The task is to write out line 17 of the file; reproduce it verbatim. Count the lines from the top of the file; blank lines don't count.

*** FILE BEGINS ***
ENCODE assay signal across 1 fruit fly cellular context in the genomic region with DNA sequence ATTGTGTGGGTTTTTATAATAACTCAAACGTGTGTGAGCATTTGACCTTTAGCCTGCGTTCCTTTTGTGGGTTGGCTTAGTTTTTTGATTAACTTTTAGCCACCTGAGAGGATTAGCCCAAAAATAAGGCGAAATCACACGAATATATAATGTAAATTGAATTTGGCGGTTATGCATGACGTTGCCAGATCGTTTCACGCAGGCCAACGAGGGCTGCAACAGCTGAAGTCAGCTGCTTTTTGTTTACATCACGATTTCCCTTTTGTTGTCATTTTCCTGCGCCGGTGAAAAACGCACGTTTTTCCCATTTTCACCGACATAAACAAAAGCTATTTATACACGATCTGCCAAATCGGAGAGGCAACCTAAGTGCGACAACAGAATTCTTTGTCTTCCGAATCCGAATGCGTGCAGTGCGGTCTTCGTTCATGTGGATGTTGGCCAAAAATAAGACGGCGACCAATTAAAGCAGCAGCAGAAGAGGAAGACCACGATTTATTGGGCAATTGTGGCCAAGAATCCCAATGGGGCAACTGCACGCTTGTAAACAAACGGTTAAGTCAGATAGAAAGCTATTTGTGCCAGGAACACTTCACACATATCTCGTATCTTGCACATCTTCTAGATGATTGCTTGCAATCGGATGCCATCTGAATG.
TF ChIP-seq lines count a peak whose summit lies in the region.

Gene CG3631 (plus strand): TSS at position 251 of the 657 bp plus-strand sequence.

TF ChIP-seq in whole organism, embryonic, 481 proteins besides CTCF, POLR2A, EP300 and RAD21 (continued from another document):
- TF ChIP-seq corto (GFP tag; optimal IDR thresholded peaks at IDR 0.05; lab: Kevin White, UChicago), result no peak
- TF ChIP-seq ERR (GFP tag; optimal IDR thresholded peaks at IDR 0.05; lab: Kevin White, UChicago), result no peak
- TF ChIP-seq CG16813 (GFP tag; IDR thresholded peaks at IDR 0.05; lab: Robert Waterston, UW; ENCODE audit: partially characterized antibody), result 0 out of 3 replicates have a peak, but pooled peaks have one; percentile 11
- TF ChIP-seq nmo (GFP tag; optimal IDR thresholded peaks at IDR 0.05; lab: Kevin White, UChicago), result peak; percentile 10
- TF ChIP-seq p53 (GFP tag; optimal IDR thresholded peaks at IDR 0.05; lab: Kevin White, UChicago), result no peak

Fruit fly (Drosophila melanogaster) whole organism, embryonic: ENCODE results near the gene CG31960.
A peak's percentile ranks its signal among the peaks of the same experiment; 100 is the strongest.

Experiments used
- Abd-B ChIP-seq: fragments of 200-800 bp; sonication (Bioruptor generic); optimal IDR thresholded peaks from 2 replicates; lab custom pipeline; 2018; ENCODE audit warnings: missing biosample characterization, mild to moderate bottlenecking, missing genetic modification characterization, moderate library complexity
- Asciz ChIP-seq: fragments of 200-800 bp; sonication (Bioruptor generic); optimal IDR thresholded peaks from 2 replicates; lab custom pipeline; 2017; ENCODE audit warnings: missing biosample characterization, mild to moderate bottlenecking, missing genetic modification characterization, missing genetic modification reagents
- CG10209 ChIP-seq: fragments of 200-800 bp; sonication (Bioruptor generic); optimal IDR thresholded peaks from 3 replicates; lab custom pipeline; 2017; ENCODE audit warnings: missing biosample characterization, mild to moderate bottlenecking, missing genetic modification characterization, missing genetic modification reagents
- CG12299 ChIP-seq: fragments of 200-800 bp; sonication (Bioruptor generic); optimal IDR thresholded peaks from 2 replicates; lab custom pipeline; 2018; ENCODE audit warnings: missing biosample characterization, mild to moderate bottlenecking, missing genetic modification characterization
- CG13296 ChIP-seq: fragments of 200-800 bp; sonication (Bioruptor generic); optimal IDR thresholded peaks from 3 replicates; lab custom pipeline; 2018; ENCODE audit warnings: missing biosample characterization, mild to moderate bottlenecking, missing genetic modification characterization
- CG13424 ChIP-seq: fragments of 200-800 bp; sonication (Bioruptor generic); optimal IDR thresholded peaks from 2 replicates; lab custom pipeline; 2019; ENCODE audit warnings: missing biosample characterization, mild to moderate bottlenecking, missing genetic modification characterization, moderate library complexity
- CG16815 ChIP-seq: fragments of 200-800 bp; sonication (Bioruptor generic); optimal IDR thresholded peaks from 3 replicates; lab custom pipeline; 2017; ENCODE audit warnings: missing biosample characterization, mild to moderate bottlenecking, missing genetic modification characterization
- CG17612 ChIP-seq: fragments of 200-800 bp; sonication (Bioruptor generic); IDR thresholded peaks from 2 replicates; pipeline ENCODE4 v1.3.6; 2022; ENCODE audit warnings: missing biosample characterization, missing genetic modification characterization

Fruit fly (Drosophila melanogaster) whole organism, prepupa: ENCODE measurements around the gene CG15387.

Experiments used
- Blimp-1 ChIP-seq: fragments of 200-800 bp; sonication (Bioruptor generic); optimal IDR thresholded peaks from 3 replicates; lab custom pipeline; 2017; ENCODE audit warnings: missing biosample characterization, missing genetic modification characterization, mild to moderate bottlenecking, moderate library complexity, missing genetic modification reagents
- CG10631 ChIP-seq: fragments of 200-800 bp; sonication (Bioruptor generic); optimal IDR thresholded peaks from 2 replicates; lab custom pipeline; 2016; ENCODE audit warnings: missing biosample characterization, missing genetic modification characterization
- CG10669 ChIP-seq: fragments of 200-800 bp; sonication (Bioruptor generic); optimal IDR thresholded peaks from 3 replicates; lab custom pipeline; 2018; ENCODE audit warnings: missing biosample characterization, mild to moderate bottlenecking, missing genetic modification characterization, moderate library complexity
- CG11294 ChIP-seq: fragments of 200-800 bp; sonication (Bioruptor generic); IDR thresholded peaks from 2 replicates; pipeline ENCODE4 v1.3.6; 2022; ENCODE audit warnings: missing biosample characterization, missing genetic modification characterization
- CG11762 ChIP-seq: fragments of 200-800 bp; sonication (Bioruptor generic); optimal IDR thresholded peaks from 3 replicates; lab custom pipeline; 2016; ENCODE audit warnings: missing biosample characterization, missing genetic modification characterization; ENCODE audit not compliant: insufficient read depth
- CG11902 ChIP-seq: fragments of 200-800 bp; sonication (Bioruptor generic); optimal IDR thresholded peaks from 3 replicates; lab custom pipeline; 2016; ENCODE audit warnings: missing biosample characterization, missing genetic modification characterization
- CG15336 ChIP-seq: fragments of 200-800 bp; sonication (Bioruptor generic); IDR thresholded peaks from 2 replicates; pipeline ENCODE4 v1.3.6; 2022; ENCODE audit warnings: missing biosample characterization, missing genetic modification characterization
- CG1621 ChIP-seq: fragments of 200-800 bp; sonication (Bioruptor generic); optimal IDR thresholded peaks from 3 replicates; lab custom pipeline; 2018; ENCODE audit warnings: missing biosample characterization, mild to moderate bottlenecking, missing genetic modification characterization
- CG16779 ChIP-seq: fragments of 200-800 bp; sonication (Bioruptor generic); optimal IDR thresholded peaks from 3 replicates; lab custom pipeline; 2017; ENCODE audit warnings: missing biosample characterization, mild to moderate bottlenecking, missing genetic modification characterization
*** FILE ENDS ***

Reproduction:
- CG13296 ChIP-seq: fragments of 200-800 bp; sonication (Bioruptor generic); optimal IDR thresholded peaks from 3 replicates; lab custom pipeline; 2018; ENCODE audit warnings: missing biosample characterization, mild to moderate bottlenecking, missing genetic modification characterization